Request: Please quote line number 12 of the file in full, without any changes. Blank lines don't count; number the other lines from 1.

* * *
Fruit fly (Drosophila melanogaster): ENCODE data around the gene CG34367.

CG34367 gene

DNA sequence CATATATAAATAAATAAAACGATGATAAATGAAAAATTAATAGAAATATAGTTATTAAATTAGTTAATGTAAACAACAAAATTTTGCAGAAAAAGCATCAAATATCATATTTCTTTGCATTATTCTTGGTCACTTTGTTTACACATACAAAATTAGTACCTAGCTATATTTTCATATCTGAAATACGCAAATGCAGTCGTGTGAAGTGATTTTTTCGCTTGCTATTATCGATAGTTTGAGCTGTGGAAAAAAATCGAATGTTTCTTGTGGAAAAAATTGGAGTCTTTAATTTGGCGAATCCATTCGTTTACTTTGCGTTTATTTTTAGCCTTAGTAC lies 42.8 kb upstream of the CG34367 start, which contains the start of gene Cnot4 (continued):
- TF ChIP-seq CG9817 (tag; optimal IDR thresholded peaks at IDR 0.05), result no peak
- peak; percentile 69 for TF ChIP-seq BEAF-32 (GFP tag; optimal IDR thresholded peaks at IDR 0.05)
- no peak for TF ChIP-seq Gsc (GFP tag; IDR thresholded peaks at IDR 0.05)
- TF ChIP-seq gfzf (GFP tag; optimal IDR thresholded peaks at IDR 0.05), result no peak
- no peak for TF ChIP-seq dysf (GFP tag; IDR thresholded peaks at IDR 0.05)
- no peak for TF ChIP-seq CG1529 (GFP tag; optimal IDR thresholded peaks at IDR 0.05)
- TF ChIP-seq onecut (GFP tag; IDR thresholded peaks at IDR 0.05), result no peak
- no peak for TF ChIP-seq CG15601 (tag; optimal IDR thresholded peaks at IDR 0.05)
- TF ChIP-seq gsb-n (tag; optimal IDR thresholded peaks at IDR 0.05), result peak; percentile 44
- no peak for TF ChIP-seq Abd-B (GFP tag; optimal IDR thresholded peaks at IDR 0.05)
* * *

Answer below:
- TF ChIP-seq gsb-n (tag; optimal IDR thresholded peaks at IDR 0.05), result peak; percentile 44